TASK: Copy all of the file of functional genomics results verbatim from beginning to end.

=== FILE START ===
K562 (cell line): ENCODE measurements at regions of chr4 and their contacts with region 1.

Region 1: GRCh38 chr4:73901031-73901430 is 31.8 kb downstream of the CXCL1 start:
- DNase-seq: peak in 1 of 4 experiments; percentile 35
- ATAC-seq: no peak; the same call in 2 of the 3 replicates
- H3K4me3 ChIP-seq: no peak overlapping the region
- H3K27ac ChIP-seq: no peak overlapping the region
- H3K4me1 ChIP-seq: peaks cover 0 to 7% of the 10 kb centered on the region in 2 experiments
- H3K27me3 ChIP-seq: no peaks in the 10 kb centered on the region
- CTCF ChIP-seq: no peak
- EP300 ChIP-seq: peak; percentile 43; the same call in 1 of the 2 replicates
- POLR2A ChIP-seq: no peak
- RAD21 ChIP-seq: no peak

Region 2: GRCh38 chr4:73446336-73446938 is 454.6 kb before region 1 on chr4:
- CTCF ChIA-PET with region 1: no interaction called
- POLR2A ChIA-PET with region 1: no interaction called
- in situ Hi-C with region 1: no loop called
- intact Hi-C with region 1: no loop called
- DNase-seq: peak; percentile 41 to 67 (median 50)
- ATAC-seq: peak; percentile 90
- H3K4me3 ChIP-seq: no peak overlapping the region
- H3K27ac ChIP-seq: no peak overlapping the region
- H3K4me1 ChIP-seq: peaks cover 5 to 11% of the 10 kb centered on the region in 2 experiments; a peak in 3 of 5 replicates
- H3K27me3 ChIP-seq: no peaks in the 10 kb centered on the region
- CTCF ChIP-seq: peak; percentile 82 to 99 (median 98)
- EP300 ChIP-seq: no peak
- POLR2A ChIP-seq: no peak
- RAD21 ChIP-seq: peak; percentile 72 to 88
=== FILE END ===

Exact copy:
K562 (cell line): ENCODE measurements at regions of chr4 and their contacts with region 1.

Region 1: GRCh38 chr4:73901031-73901430 is 31.8 kb downstream of the CXCL1 start:
- DNase-seq: peak in 1 of 4 experiments; percentile 35
- ATAC-seq: no peak; the same call in 2 of the 3 replicates
- H3K4me3 ChIP-seq: no peak overlapping the region
- H3K27ac ChIP-seq: no peak overlapping the region
- H3K4me1 ChIP-seq: peaks cover 0 to 7% of the 10 kb centered on the region in 2 experiments
- H3K27me3 ChIP-seq: no peaks in the 10 kb centered on the region
- CTCF ChIP-seq: no peak
- EP300 ChIP-seq: peak; percentile 43; the same call in 1 of the 2 replicates
- POLR2A ChIP-seq: no peak
- RAD21 ChIP-seq: no peak

Region 2: GRCh38 chr4:73446336-73446938 is 454.6 kb before region 1 on chr4:
- CTCF ChIA-PET with region 1: no interaction called
- POLR2A ChIA-PET with region 1: no interaction called
- in situ Hi-C with region 1: no loop called
- intact Hi-C with region 1: no loop called
- DNase-seq: peak; percentile 41 to 67 (median 50)
- ATAC-seq: peak; percentile 90
- H3K4me3 ChIP-seq: no peak overlapping the region
- H3K27ac ChIP-seq: no peak overlapping the region
- H3K4me1 ChIP-seq: peaks cover 5 to 11% of the 10 kb centered on the region in 2 experiments; a peak in 3 of 5 replicates
- H3K27me3 ChIP-seq: no peaks in the 10 kb centered on the region
- CTCF ChIP-seq: peak; percentile 82 to 99 (median 98)
- EP300 ChIP-seq: no peak
- POLR2A ChIP-seq: no peak
- RAD21 ChIP-seq: peak; percentile 72 to 88